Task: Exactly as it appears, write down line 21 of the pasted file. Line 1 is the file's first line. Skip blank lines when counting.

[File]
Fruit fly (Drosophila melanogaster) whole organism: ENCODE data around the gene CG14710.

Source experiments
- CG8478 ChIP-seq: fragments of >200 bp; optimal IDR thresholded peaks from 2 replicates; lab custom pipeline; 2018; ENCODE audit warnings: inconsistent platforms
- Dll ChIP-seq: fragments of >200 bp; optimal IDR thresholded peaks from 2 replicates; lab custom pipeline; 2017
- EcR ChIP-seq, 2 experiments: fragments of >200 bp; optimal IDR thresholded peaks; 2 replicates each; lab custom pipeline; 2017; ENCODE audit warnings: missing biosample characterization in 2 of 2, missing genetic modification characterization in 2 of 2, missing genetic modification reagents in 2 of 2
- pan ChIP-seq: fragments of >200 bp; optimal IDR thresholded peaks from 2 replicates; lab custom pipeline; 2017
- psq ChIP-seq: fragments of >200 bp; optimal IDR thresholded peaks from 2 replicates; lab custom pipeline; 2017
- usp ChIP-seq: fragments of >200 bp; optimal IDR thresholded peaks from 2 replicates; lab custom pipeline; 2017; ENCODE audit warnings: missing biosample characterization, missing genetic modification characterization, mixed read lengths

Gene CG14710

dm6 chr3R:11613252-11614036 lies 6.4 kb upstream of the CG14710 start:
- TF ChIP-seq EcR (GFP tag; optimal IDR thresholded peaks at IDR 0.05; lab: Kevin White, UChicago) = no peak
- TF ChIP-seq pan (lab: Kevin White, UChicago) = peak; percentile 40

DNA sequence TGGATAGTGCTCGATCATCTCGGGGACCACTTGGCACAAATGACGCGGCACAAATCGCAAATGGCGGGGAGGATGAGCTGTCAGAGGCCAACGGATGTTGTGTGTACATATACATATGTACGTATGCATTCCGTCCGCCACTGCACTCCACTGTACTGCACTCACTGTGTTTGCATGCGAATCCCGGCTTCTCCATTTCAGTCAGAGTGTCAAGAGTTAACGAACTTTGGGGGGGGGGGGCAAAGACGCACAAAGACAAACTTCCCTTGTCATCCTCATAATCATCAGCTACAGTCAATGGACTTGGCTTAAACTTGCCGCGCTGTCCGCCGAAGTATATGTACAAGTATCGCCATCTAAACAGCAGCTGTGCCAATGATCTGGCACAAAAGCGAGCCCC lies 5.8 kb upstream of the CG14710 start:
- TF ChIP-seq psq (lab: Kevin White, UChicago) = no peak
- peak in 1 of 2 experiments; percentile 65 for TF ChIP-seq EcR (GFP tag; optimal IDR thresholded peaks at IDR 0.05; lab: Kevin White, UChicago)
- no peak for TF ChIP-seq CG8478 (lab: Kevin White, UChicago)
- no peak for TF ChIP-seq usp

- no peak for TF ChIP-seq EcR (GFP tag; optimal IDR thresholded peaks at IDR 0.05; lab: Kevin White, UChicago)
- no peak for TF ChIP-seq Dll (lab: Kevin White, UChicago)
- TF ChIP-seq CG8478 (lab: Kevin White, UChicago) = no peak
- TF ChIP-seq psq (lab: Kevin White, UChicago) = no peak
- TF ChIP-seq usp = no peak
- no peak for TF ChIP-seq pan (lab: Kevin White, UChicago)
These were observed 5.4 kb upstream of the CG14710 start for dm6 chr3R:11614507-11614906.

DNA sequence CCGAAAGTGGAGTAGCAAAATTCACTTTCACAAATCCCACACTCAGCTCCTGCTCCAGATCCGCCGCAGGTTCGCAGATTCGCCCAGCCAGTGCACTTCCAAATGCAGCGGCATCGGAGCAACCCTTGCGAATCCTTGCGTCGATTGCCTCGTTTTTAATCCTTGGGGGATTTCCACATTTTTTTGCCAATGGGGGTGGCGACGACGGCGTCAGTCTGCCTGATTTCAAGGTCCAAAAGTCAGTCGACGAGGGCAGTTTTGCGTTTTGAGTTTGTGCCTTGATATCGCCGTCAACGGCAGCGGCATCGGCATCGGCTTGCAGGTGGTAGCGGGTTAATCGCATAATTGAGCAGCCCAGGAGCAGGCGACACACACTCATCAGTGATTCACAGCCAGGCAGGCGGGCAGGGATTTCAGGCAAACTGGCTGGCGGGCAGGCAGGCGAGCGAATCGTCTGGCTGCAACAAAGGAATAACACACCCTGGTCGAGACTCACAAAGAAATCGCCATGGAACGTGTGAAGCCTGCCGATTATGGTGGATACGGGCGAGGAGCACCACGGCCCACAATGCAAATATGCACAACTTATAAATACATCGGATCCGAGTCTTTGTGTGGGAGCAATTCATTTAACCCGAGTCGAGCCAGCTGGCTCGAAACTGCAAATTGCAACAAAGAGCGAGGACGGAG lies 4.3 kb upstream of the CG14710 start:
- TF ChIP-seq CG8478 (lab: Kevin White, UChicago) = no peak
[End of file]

- TF ChIP-seq psq (lab: Kevin White, UChicago) = no peak